Only Philadelphia can boast of a unique "row" of monumental sculpture along its expansive Benjamin Franklin Parkway that was created by three generations of Calders, one of America's best known families of artists. From the figures that adorn City Hall's façade and dome created in the late 19th century by Alexander Milne Calder to the 1924 Swann Memorial Fountain at Logan Circle by Alexander Stirling Calder, and concluding at the "Ghost" mobile suspended from the two-story ceiling of this Museum's grand entrance created in 1964 by Alexander "Sandy" Calder, visitors can visually trace the work from grandfather to father to son. It is therefore not surprising that Philadelphia would be considered for the site of a museum dedicated to this prolific family. These records document the life-cycle of the project--from its inception in 1998 to its planning, design and negotiations, and finally to its publicized abandonment in 2005. There are also files pertaining to other projects featuring the works of Alexander Calder; namely two temporary outdoor installations on the parkway and the Museum's reinstallation of "Ghost" and loan of "Eagle."
With the support of the city of Philadelphia and then-Mayor Ed Rendell, PMA took an active role in the project from its inception when it joined with the New York based Alexander and Louisa Calder Foundation to form the Calder Museum Partners, a nonprofit entity incorporated in 2001. Its board included Alexander "Sandy" S.C. Rower, grandson of Alexander Calder and Foundation director, PMA executives and professional staff, and state and city officials. Diane Dalto of the Mayor's office was appointed Project Director for the Calder Museum. In March 2000, the Fairmount Park Commission approved a site for the proposed museum on the Parkway across the Rodin Museum, and on February 14, 2001, it was announced that the acclaimed Japanese architect Tadao Ando would be the museum's designer. That year as Ando's firm started working on the project, Schultz & Williams, Inc. completed a feasibility study. Fundraising efforts also began, but proved successful only in securing a planning grant from William Penn Foundation and a $5 million grant from the Pew Charitable Trusts. The latter enabled PMA to stage "Calders on the Parkway," two temporary outdoor installations of works by Alexander Calder, presented in May 2002 and November 2004. Between 2001 and 2004, the participating institutions issued numerous drafts of joint venture and loan agreements, but final versions were never signed. Despite a rather enthusiastic start, progress on the project slowed down and articles of dissolution for the Calder Museum and Calder Museum Partners were filed in June 2003. In 2004, an attempt to revitalize the project was undertaken, and Lord Cultural Resources Planning and Management Inc., the same firm that prepared PMA's 1996 management and marketing study, was hired to prepare a business plan, which was ready the following year. Still, in September 2005, the local media pronounced the project dead. Further actions by all parties involved were not strong enough to resuscitate it.
In this subseries, these events are documented primarily in the form of correspondence between the major project participants. These include d'Harnoncourt, PMA Chief Operating Officer Gail Harrity, and curator Ann Temkin, as well as Foundation director "Sandy" Rower, and Alexander Calder's daughters and Foundation trustees, Sandra Calder Davidson and Mary Calder Rower. Diane Dalto and other city officials, Ando and his Kyoto office staff, Pew Charitable Trusts officers, art collectors and colleagues from other museums are also among the correspondents. Correspondence enclosures include draft budgets and agreements, press releases and project narratives. Most of this material is in the "General" folders. Subject titled folders hold similar documentation. For example, included in the "General" and "Architectural design" folders is correspondence with Tadao Ando Architect & Associates, which constitutes an important part of the project documentation. It chronicles the firm's participation, starting with its preliminary visit to New York and Philadelphia in 2000, followed by the press conference at PMA to announce its appointment in early 2001 as architect, and then the visit to Japan made by PMA and Foundation members in May 2001. Files also contain press releases and press clippings, d'Harnoncourt's press conference remarks, as well as Ando's design drawings and space plans. An autographed souvenir program of an award ceremony honoring Ando is also included.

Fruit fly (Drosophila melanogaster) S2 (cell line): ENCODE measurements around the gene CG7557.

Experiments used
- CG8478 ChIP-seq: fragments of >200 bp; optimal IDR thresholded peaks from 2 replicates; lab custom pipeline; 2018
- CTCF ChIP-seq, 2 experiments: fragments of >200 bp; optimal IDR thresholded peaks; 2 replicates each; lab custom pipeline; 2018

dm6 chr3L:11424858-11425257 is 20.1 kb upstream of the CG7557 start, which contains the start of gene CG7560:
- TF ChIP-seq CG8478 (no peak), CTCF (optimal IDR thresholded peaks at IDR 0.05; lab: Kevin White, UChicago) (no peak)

While images of works of Calder art are in separate folders, other photographs are included in a number of subject folders. These include group shots, such as those depicting d'Harnoncourt, Ando, Dalton, Harrity and Rower at the installation of "Eagle" and during the visit to Japan. The corresponding folders are "Eagle" and "Japan visit." More of a keepsake then project documentation is an undated photograph in the "Calder family correspondence folder" of Alexander Calder in Stuttgart. It is signed by his daughter Mary Calder Rower.
Documentation of the "Calders on the Parkway" project is included in the similarly titled subject folder, as well as "General" and "Funding: Pew Charitable Trusts" files. The files pertain to organizational, financial and installation and de-installation issues, object maintenance and restoration, publicity and media coverage. Information on PMA's on-site Calder installations, which had no connection to the proposed museum project, can be found in the object-titled folders, "Eagle" and "Ghost." The first pertains to the Museum's possible acquisition of the work; the latter documents the re-installation of the mobile.